CIBC’s Spector Is Top WTI Oil Forecaster, Ranking Shows

CIBC World Markets Corp., the wholesale-banking unit of Canadian Imperial Bank of Commerce, was the most accurate forecaster of oil traded in New York among analysts ranked by Bloomberg over the past eight quarters.

Estimates by Katherine Spector, CIBC’s New York-based analyst, for West Texas Intermediate crude futures were closest to the actual price from the fourth quarter of 2010 through the quarter ended Sept. 30, 2012.

“This is a market that is perpetually one unexpected supply outage away from a sharply higher oil price,” Spector said by e-mail on Oct. 5. “Supply will continue to be where the surprises are in the oil balance, whether bullish or bearish.”

Spector expects WTI crude to average $98 a barrel in the fourth quarter and range from $100 to $108 a barrel next year as U.S. and European sanctions curb Iranian exports and oilfield stoppages interrupt supply in some non-OPEC countries. She worked as global head of energy strategy at JPMorgan Chase & Co. from 2004 to 2008 before joining CIBC in June 2010.

Pedro Moreno Alonso of Banco Bilbao Vizcaya Argentaria SA in Madrid and Scott Hanold of RBC Capital Markets LLC in Minneapolis were the top forecasters of Brent crude and Henry Hub natural gas futures, respectively, the Bloomberg ranking survey found.

Oil capped its biggest quarterly increase this year on Sept. 30 on concern that escalating tension in the Middle East will disrupt supplies and as gasoline surged to a five-month high at the end of the month. WT gained 8.5 percent in New York in the third quarter, closing at $92.19 a barrel on Sept. 28.

Iran Overtaken

Iran’s production and exports have declined this year as economic sanctions targeting its oil, banking and shipping industries made it harder for the Persian Gulf state to sell and deliver crude. In June, Iran slipped to third place among producers within the Organization of Petroleum Exporting Countries, behind Iraq. It then dropped to fourth in September after fellow-member Kuwait boosted output, data compiled by Bloomberg show. Saudi Arabia is OPEC’s biggest producer.

“Oil has traded in a consistent, if wide, range for the past two years,” Spector said, with variations of roughly $80 to $110 for WTI and $100 to $120 for Brent.

“The Saudis have done a very good job of market management in that period,” she said. “But the bullish take is that during a period of very weak global demand growth, it has taken record Saudi production four months in a row to keep prices from breaching the upper bounds of that range.”

CIBC was followed by Banco Santander SA, HSH Nordbank AG, Westpac Banking Corp. and Wells Fargo Securities LLC as the most accurate forecasters of WTI. The following table gives more details on the rankings for WTI, Brent crude and Henry Hub gas.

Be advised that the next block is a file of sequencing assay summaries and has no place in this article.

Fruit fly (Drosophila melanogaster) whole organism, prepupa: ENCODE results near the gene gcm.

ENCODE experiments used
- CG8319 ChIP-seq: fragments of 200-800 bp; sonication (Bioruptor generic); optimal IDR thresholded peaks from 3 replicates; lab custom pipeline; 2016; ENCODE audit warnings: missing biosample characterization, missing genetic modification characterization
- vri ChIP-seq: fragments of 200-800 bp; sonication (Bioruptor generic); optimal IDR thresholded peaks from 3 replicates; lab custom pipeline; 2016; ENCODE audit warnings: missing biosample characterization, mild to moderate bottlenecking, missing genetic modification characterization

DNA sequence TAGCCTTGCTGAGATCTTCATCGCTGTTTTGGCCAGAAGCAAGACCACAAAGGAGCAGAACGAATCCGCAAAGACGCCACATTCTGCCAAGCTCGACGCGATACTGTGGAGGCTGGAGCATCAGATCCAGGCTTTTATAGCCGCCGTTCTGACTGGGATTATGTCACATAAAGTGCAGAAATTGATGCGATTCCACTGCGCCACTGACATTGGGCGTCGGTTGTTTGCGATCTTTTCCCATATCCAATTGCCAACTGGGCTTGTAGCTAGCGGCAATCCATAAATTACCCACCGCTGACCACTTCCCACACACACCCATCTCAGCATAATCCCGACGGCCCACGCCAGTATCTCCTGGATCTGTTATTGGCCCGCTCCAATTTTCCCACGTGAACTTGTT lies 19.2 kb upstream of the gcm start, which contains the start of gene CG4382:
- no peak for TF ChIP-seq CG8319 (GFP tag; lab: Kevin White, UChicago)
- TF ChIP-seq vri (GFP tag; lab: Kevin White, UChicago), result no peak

Bloomberg Rankings Best Forecasters of Energy Prices
NYMEX West Texas Intermediate
 Rank Name                    Company
  1   Katherine Spector       CIBC World Markets Corp.
  2   Jason Kenney            Banco Santander SA
  3   Sintje Boie             HSH Nordbank AG
  4   Justin Smirk            Westpac Banking Corp.
  5   David Tameron           Wells Fargo Securities LLC

ICE Brent Crude
 Rank Name                    Company
  1   Pedro Moreno Alonso     Banco Bilbao Vizcaya Argentaria SA
  2   David Bouckhout         TD Securities
  3   Marshall Adkins         Raymond James & Associates Inc.
  4   Michael Wittner         Societe Generale SA
  5   Norman Rudschuck        Norddeutsche Landesbank

NYMEX Henry Hub Natural Gas
 Rank Name                    Company
  1   Scott Hanold            RBC Capital Markets LLC
  2   Laurent Key             Societe Generale SA
  3   Jason Schenker          Prestige Economics LLC
  4   Peter Buchanan          CIBC World Markets Inc.
  5   Jan Stuart              Credit Suisse Group AG

Source: Bloomberg
Methodology note: Rankings are based on quarterly forecasts from
the fourth quarter of 2010 through the third quarter of 2012.
Rankings were based on average margins of error, which were
calculated by subtracting the forecast from the actual oil or
gas price and dividing the result by the price. To qualify for
each ranking, a company had to submit at least four forecasts,
including two in the most recent four quarters.
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